Article  Google Scholar 

  7. Lorenc T, Clayton S, Neary D, Whitehead M, Petticrew M, Thomson H, Cummins S, Sowden A, Renton A. Crime, fear of crime, environment, and mental health and wellbeing: mapping review of theories and causal pathways. Health Place. 2012;18(4):757–65.

    Article  PubMed  Google Scholar 

  8. Ross CE, Mirowsky J. Neighborhood disadvantage, disorder, and health. J Health Soc Behav. 2001;42(3):258–76.

    Article  CAS  PubMed  Google Scholar 

  9. White M, Kasl SV, Zahner GEP, Will JC. Perceived crime in the neighborhood and mental-health of women and children. Environ Behav. 1987;19(5):588–613.

    Article  Google Scholar 

  10. Bracy NL, Millstein RA, Carlson JA, Conway TL, Sallis JF, Saelens BE, Kerr J, Cain KL, Frank LD, King AC. Is the relationship between the built environment and physical activity moderated by perceptions of crime and safety? Int J Behav Nutr Phys. 2014;11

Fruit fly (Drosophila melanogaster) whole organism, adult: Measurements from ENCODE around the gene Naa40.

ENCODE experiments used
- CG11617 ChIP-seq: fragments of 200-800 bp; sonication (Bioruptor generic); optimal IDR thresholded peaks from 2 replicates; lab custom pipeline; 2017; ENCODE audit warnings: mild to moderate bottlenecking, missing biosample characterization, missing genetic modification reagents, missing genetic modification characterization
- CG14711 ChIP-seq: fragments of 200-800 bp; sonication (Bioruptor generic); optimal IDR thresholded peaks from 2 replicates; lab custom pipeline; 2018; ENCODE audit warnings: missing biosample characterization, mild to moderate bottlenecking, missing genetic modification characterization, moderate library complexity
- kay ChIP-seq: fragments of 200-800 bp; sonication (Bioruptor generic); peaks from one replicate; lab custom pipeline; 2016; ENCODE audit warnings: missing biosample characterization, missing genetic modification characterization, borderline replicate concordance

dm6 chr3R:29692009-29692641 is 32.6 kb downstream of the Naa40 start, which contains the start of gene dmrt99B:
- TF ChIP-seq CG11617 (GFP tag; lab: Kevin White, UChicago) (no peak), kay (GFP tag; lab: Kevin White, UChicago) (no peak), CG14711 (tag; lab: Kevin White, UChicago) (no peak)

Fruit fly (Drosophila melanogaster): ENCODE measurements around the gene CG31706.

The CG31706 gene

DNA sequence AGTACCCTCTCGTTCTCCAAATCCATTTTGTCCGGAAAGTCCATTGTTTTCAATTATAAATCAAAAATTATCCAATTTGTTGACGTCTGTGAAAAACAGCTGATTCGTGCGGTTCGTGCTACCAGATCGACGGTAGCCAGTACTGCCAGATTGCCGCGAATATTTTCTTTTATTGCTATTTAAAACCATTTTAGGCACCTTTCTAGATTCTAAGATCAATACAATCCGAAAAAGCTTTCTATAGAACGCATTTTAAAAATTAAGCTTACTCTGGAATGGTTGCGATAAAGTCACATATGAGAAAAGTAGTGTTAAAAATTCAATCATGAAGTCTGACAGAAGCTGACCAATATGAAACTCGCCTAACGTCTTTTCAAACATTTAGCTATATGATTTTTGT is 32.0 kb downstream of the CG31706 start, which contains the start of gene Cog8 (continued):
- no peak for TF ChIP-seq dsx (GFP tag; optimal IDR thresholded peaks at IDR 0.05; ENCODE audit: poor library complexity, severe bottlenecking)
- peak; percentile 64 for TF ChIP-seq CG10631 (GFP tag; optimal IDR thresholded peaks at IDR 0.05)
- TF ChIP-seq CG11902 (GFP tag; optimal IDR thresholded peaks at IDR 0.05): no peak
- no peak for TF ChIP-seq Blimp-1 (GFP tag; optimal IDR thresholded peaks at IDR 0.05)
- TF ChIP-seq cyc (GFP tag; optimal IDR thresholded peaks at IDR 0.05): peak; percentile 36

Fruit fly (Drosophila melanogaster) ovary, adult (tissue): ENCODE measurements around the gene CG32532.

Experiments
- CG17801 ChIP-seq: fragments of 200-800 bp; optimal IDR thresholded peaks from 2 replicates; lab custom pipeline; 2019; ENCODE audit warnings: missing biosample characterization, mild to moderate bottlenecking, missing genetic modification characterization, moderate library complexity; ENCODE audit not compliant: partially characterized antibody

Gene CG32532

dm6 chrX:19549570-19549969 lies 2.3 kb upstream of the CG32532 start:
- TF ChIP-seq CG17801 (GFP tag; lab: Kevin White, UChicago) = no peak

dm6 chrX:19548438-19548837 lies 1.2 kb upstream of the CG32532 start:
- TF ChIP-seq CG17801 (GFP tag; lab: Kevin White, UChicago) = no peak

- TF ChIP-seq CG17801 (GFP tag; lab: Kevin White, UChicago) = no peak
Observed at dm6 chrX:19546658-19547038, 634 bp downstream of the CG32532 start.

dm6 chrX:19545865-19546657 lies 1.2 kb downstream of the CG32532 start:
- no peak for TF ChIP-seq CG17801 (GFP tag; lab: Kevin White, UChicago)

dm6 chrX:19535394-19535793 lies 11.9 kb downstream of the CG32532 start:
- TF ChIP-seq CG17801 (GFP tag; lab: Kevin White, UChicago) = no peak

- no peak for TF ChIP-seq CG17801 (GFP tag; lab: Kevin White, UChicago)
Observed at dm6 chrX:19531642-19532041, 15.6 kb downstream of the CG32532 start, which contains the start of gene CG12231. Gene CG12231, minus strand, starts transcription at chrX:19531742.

11. Brown BB, Werner CM, Smith KR, Tribby CP, Miller HJ. Physical activity mediates the relationship between perceived crime safety and obesity. Prev Med. 2014;66:140–4.

    Article  PubMed  PubMed Central  Google Scholar 

  12. Foster S, Hooper P, Knuiman M, Christian H, Bull F, Giles-Corti B. Safe RESIDential environments? A longitudinal analysis of the influence of crime-related safety on walking. Int J Behav Nutr Phys Act. 2016;13:22.

    Article  PubMed  PubMed Central  Google Scholar 

  13. Kerr Z, Evenson KR, Moore K, Block R, Diez Roux AV. Changes in walking associated with perceived neighborhood safety and police-recorded crime: the multi-ethnic study of atherosclerosis. Prev Med. 2015;73:88–93.

    Article  PubMed  PubMed Central  Google Scholar 

  14. Van Dyck D, Cerin E, De Bourdeaudhuij I, Salvo D, Christiansen LB, Macfarlane D, Owen N, Mitas J, Troelsen J, Aguinaga-Ontoso I, et al. Moderating effects of age, gender and education on the associations of perceived neighborhood environment attributes with accelerometer-based physical activity: the IPEN adult study. Health Place. 2015;36:65–73.